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As their seasons are on the verge of starting, several NBA and NHL teams — including the Timberwolves and Wild — are in limbo with their TV futures, which includes how games will be shown this season and how they will be paid for it.

An article Monday in Sports Business Journal framed things up, calling this a "defining week for the future of Diamond Sports," which owns the Bally Sports regional channels that show games for 15 NBA teams and 12 NHL teams.

Two key deadlines loom by the end of the week, SBJ notes: Diamond's deal to show games on Comcast, the largest cable/satellite provider in the United States, expires this week; and Diamond has until Saturday to come up with a reorganization plan in bankruptcy court that will satisfy creditors.

If that's not enough, Diamond's deal with DirecTV expires at the end of October and its deal with Charter is up in February.

As I talked about on Tuesday's Daily Delivery podcast, the urgent Comcast deadline is the one teams are watching because it is largely believed that Diamond cannot survive without an agreement to show games on that cable carrier.

If those sides reach an agreement, it would at least maintain a temporary status quo. Upcoming NHL and NBA regular-season games, which start in October, figure to be shown on Bally channels.

But if contract talks between the Diamond and Comcast break down (and stay broken), the cascading effect could be significant. The vast majority of NBA teams are due to receive initial payments for broadcast rights from Diamond on Oct. 1 or Nov. 1, SBJ reported, and that money could be in jeopardy.

"I would characterize it right now not necessarily as a black cloud, but a gray cloud hanging over us, without a doubt,'' Orland Magic CEO Alex Martins told SBJ. "We're all sort of sitting anxiously to see what happens with the Bally bankruptcy.''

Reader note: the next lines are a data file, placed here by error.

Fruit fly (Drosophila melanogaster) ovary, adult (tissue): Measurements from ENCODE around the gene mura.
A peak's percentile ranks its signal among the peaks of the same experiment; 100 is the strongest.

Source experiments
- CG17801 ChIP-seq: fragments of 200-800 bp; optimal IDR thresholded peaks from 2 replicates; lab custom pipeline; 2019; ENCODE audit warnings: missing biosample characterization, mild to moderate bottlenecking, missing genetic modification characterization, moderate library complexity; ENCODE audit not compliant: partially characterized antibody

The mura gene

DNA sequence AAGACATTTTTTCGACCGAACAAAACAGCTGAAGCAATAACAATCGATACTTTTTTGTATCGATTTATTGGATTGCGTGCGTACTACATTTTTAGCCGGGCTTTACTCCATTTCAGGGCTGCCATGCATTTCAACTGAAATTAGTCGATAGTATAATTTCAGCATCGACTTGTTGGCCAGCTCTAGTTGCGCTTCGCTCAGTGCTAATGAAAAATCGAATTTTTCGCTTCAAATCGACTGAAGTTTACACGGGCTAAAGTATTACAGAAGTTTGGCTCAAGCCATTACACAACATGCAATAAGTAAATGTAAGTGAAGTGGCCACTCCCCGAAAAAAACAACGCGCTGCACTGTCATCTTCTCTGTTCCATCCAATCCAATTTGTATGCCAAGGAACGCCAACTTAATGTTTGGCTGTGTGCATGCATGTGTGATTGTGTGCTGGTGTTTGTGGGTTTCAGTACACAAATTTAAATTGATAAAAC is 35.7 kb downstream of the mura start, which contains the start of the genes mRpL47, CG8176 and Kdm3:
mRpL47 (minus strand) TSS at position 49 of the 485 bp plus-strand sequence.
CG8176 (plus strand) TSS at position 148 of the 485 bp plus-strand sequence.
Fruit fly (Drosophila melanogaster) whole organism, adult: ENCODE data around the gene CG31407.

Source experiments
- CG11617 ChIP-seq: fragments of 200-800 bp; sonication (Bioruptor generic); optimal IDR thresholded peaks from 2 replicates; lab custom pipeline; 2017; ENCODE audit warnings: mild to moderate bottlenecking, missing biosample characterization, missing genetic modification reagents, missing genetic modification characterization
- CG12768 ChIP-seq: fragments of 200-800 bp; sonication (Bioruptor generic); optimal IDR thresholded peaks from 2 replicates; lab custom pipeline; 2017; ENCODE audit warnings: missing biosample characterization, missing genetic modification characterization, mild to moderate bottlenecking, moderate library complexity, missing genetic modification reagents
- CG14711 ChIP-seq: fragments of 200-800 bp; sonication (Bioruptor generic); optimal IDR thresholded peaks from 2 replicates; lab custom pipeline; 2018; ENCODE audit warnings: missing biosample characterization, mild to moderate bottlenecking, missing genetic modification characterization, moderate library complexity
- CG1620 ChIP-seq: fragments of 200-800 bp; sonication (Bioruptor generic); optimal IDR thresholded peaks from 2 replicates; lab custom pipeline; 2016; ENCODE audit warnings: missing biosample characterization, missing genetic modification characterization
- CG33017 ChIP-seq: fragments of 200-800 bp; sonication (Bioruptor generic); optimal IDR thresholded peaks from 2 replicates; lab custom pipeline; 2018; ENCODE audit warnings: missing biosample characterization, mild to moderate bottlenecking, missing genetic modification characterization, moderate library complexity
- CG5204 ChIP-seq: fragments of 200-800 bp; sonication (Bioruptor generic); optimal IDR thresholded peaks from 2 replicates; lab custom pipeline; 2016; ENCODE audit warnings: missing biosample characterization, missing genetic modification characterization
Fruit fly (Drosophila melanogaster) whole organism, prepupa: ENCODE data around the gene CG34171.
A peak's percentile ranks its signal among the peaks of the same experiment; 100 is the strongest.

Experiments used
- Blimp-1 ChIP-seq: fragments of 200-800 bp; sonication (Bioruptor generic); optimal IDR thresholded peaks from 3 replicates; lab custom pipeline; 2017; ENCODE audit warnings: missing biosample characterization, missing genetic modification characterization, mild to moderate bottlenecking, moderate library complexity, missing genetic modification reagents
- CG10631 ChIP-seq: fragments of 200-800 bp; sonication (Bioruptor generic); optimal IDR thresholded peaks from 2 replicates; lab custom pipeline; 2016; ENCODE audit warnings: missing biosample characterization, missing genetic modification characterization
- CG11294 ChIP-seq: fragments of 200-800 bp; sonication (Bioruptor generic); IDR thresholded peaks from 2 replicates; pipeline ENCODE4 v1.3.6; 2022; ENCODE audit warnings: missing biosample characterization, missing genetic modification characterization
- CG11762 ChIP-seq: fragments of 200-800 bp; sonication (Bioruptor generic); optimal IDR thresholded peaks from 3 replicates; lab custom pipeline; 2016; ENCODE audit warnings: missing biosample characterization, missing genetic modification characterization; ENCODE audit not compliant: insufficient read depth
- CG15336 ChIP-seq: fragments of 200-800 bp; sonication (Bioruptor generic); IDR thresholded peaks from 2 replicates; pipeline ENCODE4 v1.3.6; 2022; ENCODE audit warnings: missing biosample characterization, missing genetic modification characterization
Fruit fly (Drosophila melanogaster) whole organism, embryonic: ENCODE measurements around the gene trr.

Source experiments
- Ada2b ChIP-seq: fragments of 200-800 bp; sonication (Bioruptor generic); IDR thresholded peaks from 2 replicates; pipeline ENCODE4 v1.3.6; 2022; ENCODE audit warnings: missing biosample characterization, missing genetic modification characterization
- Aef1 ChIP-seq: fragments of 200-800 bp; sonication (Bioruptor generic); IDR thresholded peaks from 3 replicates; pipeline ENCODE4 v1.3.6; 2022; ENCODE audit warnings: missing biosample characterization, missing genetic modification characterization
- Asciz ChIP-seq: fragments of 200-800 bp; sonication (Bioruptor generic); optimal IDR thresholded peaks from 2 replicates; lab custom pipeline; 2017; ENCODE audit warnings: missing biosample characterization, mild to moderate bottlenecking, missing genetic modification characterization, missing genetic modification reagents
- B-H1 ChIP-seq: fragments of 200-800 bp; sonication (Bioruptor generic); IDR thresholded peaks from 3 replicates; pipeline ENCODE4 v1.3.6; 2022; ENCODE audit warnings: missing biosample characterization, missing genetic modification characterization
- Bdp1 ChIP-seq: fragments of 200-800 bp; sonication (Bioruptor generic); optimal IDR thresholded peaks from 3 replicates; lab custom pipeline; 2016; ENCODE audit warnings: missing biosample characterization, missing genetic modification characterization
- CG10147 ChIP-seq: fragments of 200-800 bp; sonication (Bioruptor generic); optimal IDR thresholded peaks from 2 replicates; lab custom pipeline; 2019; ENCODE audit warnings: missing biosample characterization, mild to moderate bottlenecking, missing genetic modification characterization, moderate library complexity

It could all even end with the NBA and NHL taking over broadcast rights on the eve of their seasons, which would give fans access to the teams they want but would raise questions about how much teams would be paid for those rights.

If this all sounds familiar, a similar process played out in Major League Baseball (and with the Twins) this season. MLB ended up taking over broadcasts of the Padres and Diamondbacks after Diamond relinquished those rights. Diamond also skipped payments to the Twins and a few other teams before ultimately paying. The Twins' deal with Bally Sports North expires at the end of this season.

For NBA and NHL teams, it's a wait-and-see game. Deadlines tend to spur action, even if negotiations are contentious.

The big story a few weeks ago was Charter's standoff with Disney/ESPN, and after more than a week of those sports channels being removed from about 15 million Charter subscriber homes, the sides settled — conveniently, just a few hours before Monday Night Football.

Maybe this will have a similar 11th hour resolution. Until then, the gray cloud lingers.

Here are four more things to know today:

*If the season ended today, the Twins would play the Astros in the Wild Card round. All I will say about that is that it's good that the season doesn't end today.

*This quote Monday from Vikings coach Kevin O'Connell about the team's fumbling problem had my attention. "Either guys are going to do it, or we're going to have to put guys in the game that have ball security."

*The Wild are No. 7 on this ESPN list of how they stack up for the future.

*The Big Ten West might be worse than ever, which makes the Gophers' loss to Northwestern that much more frustrating.